This is a review of "The Figure Eight EP" recorded by This Et Al. The review was written by Alexander Rennie in 2008.
We'd seen angry young men come and go before, and Leeds has been brim-full of earnest tunefulness for years, but from the early days This Et Al seemed like something a little different (remember the red shirts?) But here, three years on from the split 7" that launched Dance To The Radio, the main differences between themselves and contemporary Leodensians such as the band with whom they shared that single, ¡Forward, Russia!, seem to revolve around the resolute failure of the national media to pick up on their efforts.
Our recent interview with the band (LMS, 6th May) provides a possible explanation in that the boys practically admitted their recorded work to be lacking some of the anger and sheer expression of their live performance. As someone who never felt motivated to give the debut LP (Baby Machine) as many spins as it might have had, I can certainly empathize with this. There may have been 'tunes', but alas they were often somewhat indistinguishable. To paraphrase a noisy but unmemorable offering from that album, I'd listen for hours (and not remember a thing.)
So now we hear the band setting out their stall for the future ('post-rock... condensed into a few minutes', says Wu), and to be honest the jury's still out. To my ear the four tracks on this EP are a split between the old ('Figure Eight' and 'Medicine Hammer') and not-particularly-condensed post-rock ('Ice Age' and 'Frosty Jackson'.)
'Figure Eight' weighs in at 2 minutes 16 and seems to occupy exactly the same territory that the near-identically (un-)lengthy 'Wardens' did on the album. Hand-clapping to the throttled twang of guitars towards the end is unlikely to win over those post-rockers either. And dare I say 'Medicine Hammer', as a 4-minuter, is in very similar territory to the less distinguishable longer tracks from Baby Machine. The fact that it shows a mellowing at the edges is unlikely to make it stick in the memory. Even the greatest of lyrics will be lost on a listener who has no desire to listen more than three or four times.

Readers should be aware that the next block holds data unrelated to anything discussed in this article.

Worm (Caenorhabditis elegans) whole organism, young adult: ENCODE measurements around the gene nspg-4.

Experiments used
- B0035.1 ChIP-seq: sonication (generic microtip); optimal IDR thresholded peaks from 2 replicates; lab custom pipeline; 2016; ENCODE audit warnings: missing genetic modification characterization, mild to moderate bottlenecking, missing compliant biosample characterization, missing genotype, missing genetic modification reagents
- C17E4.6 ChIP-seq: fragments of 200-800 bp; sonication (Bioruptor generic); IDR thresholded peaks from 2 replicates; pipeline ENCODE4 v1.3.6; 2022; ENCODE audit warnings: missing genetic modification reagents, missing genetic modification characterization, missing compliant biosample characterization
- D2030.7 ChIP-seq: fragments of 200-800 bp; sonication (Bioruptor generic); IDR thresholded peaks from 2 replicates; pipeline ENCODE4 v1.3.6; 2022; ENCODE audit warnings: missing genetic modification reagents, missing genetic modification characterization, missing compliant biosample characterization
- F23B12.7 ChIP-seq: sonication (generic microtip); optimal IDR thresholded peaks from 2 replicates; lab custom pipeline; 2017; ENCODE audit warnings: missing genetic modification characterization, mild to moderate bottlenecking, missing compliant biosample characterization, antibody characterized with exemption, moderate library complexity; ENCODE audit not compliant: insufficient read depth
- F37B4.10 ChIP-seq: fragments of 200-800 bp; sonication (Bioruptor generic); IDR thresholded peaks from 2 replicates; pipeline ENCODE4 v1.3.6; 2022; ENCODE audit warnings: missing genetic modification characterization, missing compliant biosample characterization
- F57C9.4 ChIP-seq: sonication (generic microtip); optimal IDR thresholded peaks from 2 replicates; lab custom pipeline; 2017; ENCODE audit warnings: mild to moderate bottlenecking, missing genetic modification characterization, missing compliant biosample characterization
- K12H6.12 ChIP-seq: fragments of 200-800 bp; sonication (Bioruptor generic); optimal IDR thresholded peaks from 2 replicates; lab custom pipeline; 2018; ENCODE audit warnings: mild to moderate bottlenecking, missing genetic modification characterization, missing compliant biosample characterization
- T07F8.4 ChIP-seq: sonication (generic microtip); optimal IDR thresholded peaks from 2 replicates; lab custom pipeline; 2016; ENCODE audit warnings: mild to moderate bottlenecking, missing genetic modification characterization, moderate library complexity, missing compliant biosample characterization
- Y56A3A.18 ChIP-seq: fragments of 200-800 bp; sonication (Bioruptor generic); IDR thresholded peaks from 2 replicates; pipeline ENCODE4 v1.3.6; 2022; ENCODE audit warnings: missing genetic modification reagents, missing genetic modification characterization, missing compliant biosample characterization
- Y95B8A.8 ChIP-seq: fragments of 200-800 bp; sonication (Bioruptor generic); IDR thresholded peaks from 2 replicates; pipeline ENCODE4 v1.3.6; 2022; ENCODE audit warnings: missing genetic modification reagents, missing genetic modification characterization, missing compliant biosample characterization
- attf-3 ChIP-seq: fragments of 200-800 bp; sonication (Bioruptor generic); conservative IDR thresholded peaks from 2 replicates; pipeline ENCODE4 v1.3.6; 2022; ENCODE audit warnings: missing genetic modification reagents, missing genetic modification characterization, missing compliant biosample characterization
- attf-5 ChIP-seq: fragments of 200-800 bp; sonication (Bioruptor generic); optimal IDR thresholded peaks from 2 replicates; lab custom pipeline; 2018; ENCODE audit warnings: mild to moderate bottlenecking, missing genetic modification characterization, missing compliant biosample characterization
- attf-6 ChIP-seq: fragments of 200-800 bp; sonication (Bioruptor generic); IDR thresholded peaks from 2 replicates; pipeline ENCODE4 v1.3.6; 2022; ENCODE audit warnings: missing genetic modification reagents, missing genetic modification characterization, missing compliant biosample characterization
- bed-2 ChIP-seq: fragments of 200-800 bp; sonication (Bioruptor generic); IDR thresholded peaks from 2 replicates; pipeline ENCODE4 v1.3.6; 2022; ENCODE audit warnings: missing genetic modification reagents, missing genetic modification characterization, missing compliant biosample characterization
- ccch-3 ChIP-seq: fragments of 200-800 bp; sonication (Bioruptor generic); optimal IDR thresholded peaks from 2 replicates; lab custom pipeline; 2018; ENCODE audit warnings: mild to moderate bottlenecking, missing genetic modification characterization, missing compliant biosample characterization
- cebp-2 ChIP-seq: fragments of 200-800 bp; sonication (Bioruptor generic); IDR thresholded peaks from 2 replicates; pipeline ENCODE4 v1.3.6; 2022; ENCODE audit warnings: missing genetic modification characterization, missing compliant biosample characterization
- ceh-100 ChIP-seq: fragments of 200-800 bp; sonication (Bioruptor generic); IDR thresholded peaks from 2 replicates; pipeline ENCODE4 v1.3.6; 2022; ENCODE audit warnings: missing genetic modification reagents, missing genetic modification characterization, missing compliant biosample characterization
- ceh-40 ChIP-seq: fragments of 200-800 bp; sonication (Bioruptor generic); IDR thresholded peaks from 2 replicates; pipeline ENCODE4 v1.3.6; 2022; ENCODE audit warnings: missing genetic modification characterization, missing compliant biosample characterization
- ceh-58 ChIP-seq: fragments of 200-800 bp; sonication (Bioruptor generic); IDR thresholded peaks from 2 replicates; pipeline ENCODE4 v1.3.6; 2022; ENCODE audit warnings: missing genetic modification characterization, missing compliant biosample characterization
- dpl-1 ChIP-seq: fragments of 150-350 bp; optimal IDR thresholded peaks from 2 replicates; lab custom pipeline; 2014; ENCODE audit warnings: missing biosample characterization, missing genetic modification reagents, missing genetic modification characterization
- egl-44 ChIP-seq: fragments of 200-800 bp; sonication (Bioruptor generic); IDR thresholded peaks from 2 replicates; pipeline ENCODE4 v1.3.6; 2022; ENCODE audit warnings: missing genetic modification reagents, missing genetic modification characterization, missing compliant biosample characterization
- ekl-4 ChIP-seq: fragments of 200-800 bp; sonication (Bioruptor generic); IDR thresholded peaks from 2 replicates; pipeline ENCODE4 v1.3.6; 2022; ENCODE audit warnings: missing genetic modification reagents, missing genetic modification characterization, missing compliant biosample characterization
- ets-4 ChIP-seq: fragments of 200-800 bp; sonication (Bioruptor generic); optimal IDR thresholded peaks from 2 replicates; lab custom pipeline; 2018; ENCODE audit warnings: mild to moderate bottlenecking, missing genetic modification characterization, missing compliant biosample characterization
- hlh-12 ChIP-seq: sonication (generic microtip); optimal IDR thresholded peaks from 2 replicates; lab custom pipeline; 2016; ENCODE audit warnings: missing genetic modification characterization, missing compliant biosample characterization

'Ice Age' is a superior track to its predecessors; measured in its aural assaults without becoming soporific, slow-building but tempered by catchy hooks and, moreover, musically varied. This tune even ends on a piano coda, albeit one suddenly interrupted by the cymbals that herald the arrival of '(The Tale Of) Frosty Jackson'. I don't know who the eponymous Frosty was, or whether his presence immediately following the previous track hints at some sort of sub-zero thematic. However, for this listener, he lends his name to the stand-out track of the EP.
In it This Et Al truly realise their potential as post-rockers, compressed or otherwise, and cast wearying almost-tunes to one side. Instrumentals such as this may not lend themselves as vehicles for the band's songwriting abilities, but pithy statements don't all need to be shouted ¡F,R!-style outbursts. As their other near-contemporaries iLiKETRAiNS might attest, the carefully crafted crescendo of guitars need not be the enemy of trenchant lyricism. We look forward to something more truly demonstrative of these twin gifts in future.